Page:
Modeling long-term water use of irrigated cropping rotations in the Texas High Plains using SWAT
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© 2016, Springer-Verlag Berlin Heidelberg (outside the USA). The Ogalalla Aquifer is used to supplement insufficient precipitation for agricultural production in the semiarid Texas High Plains. However, decades of pumping combined with minimal recharge has resulted in decreased well capacity in most areas. A calibrated Soil and Water Assessment Tool (SWAT) model was used to compare simulated yields, crop water use, and required irrigation for crop rotations of the region using measured long-term (90 years) historical weather data. Crop rotations included continuous corn and cotton, corn–cotton, sorghum–cotton, cotton–winter wheat, and corn–winter wheat. Results demonstrated that a calibrated SWAT model simulated crop water use and yields well for all listed crops except cotton. The plant growth algorithms in SWAT appear unable to simulate representative cotton yields typical of cotton management in the Texas High Plains. A work-around for a limitation of the auto-irrigate function in SWAT to be suspended during the dormancy period of winter wheat was also used. Summary statistics for crop yield, crop water use, and irrigation were presented for all rotations. Long-term water use of simulations and irrigation probability exceedance statistics are presented for all simulated crops. These data may serve as a decision support tool for producers considering crop rotation strategies.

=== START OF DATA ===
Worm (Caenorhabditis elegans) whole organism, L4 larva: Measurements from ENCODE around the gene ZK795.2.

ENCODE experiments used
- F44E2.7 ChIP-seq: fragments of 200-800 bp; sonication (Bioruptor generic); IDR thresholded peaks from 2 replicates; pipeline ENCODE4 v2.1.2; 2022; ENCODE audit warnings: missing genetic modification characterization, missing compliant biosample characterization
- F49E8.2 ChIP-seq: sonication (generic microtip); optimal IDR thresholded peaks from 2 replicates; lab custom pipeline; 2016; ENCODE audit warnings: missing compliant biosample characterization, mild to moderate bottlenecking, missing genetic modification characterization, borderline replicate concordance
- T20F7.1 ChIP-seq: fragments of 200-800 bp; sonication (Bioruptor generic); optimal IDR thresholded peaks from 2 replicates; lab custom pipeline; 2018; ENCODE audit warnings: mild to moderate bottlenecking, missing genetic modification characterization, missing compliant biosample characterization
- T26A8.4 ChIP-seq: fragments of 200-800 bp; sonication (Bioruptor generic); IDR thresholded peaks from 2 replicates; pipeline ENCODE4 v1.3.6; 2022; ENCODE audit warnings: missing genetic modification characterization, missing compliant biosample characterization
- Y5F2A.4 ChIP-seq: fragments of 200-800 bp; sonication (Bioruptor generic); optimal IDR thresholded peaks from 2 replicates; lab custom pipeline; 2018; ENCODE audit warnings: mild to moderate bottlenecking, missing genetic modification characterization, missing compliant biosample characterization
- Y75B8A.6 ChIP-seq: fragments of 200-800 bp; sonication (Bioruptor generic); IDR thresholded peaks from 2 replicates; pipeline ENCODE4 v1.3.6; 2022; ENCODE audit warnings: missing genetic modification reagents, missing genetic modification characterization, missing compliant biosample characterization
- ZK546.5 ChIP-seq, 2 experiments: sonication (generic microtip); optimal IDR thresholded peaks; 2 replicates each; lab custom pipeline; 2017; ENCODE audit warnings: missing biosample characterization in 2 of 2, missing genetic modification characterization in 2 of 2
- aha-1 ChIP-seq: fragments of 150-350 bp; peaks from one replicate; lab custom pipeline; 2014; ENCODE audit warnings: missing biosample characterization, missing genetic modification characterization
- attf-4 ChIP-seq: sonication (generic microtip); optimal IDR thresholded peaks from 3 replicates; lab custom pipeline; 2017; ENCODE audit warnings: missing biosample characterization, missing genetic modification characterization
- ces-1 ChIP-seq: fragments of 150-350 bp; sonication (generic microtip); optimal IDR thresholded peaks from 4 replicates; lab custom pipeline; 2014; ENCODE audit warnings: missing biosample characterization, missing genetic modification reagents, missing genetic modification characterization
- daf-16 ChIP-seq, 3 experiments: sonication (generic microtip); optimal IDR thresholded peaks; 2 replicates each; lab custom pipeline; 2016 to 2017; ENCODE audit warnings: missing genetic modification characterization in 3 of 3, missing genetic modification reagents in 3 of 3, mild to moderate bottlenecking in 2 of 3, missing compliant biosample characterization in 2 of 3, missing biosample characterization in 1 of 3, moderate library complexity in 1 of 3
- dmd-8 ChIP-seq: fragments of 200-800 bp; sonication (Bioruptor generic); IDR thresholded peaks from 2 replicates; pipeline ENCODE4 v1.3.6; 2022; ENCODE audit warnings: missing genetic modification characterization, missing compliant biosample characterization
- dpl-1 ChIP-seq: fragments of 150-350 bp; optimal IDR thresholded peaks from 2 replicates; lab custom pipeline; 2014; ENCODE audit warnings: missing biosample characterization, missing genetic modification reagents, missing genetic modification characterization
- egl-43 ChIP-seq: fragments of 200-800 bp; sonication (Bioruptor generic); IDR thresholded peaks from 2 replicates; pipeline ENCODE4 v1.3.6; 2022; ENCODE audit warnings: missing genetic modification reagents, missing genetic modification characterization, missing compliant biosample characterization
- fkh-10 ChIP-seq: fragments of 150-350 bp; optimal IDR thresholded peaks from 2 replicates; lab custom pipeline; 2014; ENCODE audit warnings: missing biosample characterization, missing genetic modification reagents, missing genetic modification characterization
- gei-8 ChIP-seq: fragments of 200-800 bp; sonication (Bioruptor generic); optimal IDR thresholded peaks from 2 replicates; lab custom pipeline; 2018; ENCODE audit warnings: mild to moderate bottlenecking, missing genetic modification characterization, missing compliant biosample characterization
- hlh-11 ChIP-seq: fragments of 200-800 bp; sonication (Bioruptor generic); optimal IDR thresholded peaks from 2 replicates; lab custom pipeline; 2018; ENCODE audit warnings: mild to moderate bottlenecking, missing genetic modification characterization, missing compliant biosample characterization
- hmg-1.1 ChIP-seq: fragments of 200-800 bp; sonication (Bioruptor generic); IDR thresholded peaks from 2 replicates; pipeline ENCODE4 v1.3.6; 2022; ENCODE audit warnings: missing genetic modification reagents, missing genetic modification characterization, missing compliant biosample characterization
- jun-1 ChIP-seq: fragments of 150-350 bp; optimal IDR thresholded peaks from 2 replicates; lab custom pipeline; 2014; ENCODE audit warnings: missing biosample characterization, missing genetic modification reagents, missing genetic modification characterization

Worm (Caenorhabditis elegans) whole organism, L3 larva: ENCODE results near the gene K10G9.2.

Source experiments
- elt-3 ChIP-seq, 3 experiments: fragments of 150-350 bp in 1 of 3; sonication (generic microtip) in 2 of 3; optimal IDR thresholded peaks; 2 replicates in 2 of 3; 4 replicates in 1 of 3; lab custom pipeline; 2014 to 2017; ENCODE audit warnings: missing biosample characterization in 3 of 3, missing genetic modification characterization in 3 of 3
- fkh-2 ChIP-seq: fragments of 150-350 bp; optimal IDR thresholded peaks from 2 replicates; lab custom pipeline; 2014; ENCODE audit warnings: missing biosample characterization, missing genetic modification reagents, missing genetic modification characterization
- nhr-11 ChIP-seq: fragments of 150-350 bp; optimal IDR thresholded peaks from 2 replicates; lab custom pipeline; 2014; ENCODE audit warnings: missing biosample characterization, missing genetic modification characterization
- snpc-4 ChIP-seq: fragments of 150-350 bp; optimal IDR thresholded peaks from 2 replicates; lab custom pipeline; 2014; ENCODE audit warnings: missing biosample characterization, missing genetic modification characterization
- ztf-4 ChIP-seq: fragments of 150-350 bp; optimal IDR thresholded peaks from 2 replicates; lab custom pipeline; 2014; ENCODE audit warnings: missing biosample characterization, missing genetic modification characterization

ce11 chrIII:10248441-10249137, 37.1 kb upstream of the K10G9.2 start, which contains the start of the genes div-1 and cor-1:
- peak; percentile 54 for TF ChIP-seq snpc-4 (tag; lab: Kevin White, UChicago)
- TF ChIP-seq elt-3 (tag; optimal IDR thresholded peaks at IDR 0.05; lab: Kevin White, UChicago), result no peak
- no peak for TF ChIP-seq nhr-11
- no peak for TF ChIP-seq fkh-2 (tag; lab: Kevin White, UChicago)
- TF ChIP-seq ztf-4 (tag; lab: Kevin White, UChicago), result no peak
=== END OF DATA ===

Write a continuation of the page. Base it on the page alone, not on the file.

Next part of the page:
author list (cited authors)
Marek, G. W., Gowda, P. H., Marek, T. H., Porter, D. O., Baumhardt, R. L., & Brauer, D. K.